I just want to say something quick about Nigel Farage's comments about the First World War. While the headline writers have grabbed on the 100,000 number bandied about, what Farage thinks is 'the biggest mistake of the 20th century' is the signing of the armistice that brought WWI to an end. Had the allies pressed on all the way to Berlin, there would have been no doubt that Wilhelmine Germany had been defeated by the force of arms, not the self-serving clique of Reichstag flummeries who plunged a knife into the German army's back. Farage argues had this been the case, the far right would have been robbed of a potent ideological weapon and its unlikely the Nazis would have assumed power with all that entailed.
Yes, for once Farage has fielded a nuanced argument, albeit a counterfactual. A pity he can't bring as much erudition to bear on the lying bollocks his gang of Tory refugees peddle.
Cuddawuddashuddas are always fun with the benefit of hindsight. In this case, had that line of argument won out in 1918, historians of the Great War would probably have condemned an invasion and subsequent loss of life of an obviously defeated Germany as pointless. In fact, a demagogic populist not unlike Farage may later have made similar comments, upsetting the cosy, apolitical celebration of the war's centenary.
However, there are limits to Farage's imagining of an alternative history. The battlefields of the Western front he likes to visit were only the outward manifestation of the war. He forgets that behind the barbed wire and trenches were the most advanced industrial societies of the day primed and mobilised for slaughter. However, break open any society - and this includes the barbarisms of Nazi Germany, North Korea, and fundamentalist Saudi Arabia - all you will find are people producing and reproducing the structures conditioning their lives as they go about their daily business that, ultimately, provides them with the means of life.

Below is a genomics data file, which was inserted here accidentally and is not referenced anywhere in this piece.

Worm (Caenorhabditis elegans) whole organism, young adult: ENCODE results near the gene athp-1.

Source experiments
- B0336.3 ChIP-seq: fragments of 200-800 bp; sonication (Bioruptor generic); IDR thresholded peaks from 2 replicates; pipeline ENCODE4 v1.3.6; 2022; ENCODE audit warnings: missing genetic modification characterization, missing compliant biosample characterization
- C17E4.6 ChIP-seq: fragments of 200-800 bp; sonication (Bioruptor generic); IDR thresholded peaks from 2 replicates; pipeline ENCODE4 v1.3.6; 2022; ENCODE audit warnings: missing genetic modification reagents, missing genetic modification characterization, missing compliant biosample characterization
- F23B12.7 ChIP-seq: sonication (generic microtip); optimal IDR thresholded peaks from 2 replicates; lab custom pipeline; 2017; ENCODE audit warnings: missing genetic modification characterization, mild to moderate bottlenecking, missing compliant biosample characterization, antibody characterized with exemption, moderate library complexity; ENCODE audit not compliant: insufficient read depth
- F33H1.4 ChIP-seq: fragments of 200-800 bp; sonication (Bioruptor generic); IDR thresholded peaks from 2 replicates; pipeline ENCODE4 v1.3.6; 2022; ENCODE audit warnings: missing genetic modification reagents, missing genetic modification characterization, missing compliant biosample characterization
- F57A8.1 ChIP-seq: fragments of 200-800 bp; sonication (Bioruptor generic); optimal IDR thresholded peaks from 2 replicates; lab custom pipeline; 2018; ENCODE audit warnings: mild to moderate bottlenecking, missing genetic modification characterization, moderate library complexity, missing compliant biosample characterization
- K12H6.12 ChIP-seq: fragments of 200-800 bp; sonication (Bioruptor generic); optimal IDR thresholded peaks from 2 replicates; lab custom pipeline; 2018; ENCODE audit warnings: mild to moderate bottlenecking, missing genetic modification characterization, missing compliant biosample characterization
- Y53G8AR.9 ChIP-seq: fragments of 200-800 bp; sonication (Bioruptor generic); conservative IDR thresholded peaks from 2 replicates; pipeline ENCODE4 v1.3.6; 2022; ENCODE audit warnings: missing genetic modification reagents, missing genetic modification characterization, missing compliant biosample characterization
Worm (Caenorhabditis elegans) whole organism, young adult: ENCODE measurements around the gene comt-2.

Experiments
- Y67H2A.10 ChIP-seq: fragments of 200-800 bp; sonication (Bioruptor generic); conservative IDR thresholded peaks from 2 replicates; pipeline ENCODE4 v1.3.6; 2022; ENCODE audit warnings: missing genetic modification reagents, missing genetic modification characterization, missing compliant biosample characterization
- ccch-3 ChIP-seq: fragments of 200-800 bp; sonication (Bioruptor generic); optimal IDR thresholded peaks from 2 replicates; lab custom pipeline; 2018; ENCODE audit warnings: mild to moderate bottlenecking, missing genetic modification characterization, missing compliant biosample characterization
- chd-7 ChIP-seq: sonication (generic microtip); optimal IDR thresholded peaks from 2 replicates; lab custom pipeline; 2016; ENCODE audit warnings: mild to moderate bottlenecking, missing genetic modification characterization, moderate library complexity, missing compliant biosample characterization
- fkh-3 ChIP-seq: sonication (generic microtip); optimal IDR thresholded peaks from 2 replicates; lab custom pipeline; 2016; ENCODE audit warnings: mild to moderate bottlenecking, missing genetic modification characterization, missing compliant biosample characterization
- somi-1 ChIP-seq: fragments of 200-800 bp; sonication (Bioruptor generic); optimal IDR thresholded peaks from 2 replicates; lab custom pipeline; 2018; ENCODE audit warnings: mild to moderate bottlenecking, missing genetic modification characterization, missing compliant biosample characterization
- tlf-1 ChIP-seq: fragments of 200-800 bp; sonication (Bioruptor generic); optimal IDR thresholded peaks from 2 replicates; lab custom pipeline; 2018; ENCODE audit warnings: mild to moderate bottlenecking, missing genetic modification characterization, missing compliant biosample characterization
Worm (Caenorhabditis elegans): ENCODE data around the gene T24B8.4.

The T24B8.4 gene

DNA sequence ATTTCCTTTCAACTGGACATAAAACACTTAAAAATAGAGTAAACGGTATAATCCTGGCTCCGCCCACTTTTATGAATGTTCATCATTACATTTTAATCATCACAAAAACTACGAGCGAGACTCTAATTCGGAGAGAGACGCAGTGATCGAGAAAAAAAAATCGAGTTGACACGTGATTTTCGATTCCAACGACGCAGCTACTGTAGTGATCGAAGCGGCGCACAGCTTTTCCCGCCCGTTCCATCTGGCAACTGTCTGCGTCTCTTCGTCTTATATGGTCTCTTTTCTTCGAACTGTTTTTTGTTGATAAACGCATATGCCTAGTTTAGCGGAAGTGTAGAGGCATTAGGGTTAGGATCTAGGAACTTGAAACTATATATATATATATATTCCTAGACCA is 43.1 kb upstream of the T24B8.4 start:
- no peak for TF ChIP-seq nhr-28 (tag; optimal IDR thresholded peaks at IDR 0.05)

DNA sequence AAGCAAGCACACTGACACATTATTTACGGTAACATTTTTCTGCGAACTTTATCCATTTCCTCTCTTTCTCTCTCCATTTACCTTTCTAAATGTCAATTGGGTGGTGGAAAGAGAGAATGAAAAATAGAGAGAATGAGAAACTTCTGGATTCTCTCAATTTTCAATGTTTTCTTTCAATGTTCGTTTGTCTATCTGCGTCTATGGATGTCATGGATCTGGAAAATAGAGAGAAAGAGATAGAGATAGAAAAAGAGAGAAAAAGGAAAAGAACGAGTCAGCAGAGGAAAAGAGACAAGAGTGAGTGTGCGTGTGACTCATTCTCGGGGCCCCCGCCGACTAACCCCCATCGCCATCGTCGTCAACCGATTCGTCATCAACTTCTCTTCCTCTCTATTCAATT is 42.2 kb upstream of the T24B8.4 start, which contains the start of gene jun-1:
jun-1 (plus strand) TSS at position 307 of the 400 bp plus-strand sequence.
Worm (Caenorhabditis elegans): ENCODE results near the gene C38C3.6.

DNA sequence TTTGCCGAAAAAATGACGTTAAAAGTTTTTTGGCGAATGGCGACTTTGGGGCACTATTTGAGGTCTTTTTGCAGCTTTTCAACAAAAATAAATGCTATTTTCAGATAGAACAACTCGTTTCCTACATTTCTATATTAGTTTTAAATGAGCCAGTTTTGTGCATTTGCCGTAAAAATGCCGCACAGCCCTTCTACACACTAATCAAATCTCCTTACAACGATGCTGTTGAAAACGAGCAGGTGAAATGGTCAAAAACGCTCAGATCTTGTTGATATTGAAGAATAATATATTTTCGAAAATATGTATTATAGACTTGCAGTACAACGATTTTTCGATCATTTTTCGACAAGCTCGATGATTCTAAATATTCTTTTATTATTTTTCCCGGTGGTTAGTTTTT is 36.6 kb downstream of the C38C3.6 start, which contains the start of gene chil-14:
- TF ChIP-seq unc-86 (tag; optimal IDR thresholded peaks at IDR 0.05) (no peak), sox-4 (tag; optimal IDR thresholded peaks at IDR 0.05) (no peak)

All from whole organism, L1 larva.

Doing the same to the allied nations - Britain, France, Italy (though probably not the USA) on the one hand and Germany on the other, you will find plenty of reasons why the military campaign was called off just as the the front was advancing across northern France and Belgium to the frontier. One very good reason to not push into Germany was the unfolding revolutionary situation. By war's end the Kaiser had gone, the Social Democrats were in government, the navy were in open revolt and soviet-type councils of workers and soldiers were mushrooming. Further advances by the allies could have exacerbated this situation and acted as a recruiting sergeant for the Spartakusbund. After all, German advances into Bolshevik Russia earlier that year did little to weaken its revolutionary forces.
The other very good reason was the state of the allied troops themselves. Its militaries and populations were war weary too. The French army had suffered widespread mutiny the previous year, and discontent was rumbling on the home fronts. Even though the British had not gone the same way, there was not telling what several more months of gruelling fighting across Belgium and northern Germany could have done to the army. Also, politicians and senior military figures would have been alive to the possibilities of contagion. Just as Bolshevik propaganda aimed at German soldiers found its way back home, there was nothing to say something similar would not have happened between German revolutionaries and the allied rank and file.
Had the armistice not been signed and the allied powers resolved on a drive into Germany, Farage is quite right, it's likely the Nazis would never have been in contention. But in doing they may have provoked a tidal wave of revolution that not only cut off the possibility of a second, bloodier conflagration 20 years down the line, but also put capital itself in mortal peril. It's lucky for Farage that the establishment worthies of the time had a class instinct for self-preservation.